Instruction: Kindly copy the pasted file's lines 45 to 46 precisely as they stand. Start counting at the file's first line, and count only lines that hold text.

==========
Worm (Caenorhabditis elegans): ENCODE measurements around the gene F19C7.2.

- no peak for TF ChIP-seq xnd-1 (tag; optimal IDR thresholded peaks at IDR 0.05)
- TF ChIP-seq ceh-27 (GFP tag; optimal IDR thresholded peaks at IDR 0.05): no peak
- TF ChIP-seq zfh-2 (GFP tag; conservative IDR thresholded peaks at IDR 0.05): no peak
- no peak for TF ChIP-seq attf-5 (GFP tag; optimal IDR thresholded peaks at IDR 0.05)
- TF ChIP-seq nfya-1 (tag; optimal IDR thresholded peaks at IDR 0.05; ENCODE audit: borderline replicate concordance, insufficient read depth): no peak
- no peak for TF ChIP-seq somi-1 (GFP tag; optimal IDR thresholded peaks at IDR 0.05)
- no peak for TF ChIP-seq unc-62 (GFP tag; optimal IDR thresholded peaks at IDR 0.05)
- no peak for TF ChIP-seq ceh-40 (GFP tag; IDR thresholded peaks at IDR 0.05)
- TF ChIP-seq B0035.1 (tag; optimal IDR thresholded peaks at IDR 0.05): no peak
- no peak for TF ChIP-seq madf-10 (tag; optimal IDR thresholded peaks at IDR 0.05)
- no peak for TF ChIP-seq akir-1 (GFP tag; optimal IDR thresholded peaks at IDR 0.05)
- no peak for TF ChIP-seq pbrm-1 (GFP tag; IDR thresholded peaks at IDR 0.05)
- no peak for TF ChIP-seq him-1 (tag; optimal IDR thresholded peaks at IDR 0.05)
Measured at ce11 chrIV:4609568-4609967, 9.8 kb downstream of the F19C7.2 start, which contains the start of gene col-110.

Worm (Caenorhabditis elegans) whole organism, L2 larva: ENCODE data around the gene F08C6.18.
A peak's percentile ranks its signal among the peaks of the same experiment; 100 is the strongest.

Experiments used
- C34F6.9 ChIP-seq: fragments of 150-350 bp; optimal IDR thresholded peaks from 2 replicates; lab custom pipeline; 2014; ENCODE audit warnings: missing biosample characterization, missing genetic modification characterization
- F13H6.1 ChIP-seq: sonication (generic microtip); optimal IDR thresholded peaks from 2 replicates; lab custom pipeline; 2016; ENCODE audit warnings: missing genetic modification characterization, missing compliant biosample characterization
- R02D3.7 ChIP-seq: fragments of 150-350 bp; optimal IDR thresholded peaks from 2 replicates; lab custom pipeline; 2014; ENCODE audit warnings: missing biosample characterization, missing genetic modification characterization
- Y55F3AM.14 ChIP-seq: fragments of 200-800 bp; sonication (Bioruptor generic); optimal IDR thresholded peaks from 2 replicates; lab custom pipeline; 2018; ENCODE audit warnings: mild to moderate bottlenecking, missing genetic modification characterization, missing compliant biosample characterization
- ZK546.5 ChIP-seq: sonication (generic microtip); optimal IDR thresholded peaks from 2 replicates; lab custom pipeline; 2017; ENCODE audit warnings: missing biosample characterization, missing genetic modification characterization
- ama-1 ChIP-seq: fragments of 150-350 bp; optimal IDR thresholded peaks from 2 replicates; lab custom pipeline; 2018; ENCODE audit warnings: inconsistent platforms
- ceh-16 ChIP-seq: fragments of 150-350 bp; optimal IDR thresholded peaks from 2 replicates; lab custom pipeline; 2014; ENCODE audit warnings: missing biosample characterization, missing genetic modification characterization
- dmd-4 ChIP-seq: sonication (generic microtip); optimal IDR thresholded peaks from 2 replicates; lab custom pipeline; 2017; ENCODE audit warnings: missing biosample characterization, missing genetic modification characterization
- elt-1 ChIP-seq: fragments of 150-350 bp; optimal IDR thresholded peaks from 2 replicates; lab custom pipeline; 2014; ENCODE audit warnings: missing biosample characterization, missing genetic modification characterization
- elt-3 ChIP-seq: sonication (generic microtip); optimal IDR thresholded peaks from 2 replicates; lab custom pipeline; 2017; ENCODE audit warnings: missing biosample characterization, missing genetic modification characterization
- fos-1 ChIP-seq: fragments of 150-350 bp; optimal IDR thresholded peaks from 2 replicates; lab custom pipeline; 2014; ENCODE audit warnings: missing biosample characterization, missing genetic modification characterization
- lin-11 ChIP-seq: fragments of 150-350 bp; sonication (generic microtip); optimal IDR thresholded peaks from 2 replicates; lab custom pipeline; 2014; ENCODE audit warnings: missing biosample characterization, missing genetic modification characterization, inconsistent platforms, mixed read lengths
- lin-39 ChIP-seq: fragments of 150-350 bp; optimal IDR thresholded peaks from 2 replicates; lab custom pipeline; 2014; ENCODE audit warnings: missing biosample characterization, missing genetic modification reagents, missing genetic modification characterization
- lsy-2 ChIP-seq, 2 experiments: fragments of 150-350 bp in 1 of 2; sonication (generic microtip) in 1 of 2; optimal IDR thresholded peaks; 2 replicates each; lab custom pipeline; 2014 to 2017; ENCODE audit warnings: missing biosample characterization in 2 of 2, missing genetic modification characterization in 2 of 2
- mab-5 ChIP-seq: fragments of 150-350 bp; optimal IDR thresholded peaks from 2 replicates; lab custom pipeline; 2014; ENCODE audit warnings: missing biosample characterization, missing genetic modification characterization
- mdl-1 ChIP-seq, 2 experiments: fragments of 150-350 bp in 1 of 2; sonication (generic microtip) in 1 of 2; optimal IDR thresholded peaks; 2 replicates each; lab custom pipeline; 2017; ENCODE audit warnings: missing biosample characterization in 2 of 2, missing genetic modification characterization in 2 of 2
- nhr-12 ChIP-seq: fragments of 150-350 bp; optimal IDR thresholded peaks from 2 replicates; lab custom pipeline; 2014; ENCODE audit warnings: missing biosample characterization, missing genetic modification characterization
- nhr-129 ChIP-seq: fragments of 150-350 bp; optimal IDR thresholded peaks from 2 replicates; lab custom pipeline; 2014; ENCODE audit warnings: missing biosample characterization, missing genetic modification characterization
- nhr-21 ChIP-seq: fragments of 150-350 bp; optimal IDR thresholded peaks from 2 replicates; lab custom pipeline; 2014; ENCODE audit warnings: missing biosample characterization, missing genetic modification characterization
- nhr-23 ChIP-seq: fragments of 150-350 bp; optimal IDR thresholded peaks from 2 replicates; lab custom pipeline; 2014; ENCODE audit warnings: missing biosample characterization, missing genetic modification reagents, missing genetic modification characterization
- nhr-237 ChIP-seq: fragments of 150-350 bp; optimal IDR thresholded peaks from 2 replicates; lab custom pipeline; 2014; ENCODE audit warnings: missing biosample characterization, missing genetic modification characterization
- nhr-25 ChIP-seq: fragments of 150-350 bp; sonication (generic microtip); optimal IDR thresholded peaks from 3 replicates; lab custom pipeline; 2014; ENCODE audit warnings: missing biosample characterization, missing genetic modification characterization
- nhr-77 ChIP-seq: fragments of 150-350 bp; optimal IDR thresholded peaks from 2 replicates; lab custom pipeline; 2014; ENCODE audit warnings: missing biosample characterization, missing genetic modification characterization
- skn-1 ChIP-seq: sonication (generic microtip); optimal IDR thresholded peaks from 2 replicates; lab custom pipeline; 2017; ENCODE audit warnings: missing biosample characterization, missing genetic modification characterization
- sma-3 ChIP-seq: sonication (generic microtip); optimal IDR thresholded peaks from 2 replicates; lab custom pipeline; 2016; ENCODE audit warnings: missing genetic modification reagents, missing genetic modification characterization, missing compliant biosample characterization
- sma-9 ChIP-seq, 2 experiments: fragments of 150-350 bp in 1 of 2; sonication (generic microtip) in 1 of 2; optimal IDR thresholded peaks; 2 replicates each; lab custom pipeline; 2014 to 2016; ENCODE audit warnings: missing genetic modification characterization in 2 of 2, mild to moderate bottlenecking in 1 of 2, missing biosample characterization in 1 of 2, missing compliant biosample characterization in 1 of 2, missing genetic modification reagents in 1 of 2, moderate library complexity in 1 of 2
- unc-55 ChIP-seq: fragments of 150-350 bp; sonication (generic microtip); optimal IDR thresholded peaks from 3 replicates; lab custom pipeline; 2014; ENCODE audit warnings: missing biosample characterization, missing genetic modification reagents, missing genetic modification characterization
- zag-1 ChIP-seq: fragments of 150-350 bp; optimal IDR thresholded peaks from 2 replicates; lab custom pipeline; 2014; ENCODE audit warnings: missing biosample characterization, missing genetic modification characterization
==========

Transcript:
- unc-55 ChIP-seq: fragments of 150-350 bp; sonication (generic microtip); optimal IDR thresholded peaks from 3 replicates; lab custom pipeline; 2014; ENCODE audit warnings: missing biosample characterization, missing genetic modification reagents, missing genetic modification characterization
- zag-1 ChIP-seq: fragments of 150-350 bp; optimal IDR thresholded peaks from 2 replicates; lab custom pipeline; 2014; ENCODE audit warnings: missing biosample characterization, missing genetic modification characterization